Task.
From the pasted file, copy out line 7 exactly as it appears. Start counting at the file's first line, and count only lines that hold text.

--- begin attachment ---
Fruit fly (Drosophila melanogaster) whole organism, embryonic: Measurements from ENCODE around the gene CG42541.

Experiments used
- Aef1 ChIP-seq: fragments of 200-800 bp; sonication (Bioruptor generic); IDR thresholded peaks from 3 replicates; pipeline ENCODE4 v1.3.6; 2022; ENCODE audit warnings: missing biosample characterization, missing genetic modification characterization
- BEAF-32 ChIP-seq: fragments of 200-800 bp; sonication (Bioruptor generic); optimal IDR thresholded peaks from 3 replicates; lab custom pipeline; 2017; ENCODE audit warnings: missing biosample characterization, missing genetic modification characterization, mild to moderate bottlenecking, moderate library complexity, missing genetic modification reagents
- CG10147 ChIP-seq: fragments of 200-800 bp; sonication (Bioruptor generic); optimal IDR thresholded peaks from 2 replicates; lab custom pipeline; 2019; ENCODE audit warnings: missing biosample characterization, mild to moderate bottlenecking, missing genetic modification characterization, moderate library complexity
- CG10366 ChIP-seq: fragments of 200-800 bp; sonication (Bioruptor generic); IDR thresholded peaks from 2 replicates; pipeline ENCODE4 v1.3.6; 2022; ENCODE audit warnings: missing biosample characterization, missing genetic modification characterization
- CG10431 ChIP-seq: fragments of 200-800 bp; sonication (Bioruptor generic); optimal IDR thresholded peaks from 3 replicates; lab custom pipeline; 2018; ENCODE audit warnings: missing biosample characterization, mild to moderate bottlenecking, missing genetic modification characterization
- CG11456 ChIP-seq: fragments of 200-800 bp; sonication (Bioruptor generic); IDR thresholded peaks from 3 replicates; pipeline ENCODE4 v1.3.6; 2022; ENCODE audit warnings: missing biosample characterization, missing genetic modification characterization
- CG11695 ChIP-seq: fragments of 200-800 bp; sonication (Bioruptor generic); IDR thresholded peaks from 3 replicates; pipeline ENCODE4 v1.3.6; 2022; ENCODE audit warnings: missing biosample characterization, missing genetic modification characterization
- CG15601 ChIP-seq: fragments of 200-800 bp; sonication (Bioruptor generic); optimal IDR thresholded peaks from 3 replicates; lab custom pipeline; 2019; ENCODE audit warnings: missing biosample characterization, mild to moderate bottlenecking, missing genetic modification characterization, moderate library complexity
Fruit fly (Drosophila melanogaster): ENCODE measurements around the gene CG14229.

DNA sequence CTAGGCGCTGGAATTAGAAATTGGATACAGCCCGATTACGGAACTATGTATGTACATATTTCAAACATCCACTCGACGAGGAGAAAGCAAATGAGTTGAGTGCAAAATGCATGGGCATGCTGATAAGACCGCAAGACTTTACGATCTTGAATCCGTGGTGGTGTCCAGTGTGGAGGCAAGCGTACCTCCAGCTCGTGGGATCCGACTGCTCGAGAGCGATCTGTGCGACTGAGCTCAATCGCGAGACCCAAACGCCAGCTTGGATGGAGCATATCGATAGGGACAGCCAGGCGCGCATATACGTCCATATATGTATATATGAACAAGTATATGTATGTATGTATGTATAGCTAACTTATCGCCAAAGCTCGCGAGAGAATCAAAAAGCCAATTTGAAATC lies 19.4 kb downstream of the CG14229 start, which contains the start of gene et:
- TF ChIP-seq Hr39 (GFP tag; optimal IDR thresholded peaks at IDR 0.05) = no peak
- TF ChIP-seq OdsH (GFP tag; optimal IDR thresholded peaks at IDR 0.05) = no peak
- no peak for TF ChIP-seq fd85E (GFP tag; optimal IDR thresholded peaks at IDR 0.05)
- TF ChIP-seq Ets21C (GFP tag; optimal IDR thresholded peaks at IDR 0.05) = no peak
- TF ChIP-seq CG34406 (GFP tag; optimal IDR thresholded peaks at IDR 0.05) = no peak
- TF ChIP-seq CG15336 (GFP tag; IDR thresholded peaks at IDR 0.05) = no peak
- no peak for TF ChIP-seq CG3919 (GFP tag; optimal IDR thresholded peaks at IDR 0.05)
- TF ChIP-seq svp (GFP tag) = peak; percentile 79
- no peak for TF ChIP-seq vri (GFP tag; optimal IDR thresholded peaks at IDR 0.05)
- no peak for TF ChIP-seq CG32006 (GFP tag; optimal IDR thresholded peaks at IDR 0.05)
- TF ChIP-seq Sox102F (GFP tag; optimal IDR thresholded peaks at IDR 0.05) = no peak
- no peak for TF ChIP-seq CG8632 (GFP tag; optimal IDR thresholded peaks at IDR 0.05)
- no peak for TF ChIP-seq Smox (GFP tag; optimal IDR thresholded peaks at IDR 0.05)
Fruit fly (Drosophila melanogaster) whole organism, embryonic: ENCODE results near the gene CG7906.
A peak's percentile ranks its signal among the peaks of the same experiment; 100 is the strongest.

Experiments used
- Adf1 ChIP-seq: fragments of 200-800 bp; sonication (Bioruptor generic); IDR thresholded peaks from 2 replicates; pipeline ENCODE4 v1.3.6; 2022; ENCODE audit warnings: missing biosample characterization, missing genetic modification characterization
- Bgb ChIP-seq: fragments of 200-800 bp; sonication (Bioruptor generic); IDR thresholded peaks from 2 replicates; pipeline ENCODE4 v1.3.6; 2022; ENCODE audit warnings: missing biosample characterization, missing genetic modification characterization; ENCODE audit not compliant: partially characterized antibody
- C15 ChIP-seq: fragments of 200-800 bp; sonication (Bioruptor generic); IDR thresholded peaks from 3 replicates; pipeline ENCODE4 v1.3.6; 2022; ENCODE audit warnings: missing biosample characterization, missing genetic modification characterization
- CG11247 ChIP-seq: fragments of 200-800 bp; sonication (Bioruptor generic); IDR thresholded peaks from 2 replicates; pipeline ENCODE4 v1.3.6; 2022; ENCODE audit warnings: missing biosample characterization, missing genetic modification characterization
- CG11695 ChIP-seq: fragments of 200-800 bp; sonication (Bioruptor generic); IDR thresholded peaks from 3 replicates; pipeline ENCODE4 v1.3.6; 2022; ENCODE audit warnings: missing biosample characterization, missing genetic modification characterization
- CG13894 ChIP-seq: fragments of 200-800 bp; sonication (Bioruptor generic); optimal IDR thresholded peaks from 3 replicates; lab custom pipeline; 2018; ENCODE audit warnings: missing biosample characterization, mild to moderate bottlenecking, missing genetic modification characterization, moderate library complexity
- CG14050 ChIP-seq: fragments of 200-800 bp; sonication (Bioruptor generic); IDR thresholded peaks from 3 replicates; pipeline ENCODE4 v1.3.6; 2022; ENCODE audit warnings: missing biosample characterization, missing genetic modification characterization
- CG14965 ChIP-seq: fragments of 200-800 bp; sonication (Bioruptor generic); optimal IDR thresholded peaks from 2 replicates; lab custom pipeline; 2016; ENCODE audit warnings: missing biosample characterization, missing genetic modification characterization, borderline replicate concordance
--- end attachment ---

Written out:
- CG10431 ChIP-seq: fragments of 200-800 bp; sonication (Bioruptor generic); optimal IDR thresholded peaks from 3 replicates; lab custom pipeline; 2018; ENCODE audit warnings: missing biosample characterization, mild to moderate bottlenecking, missing genetic modification characterization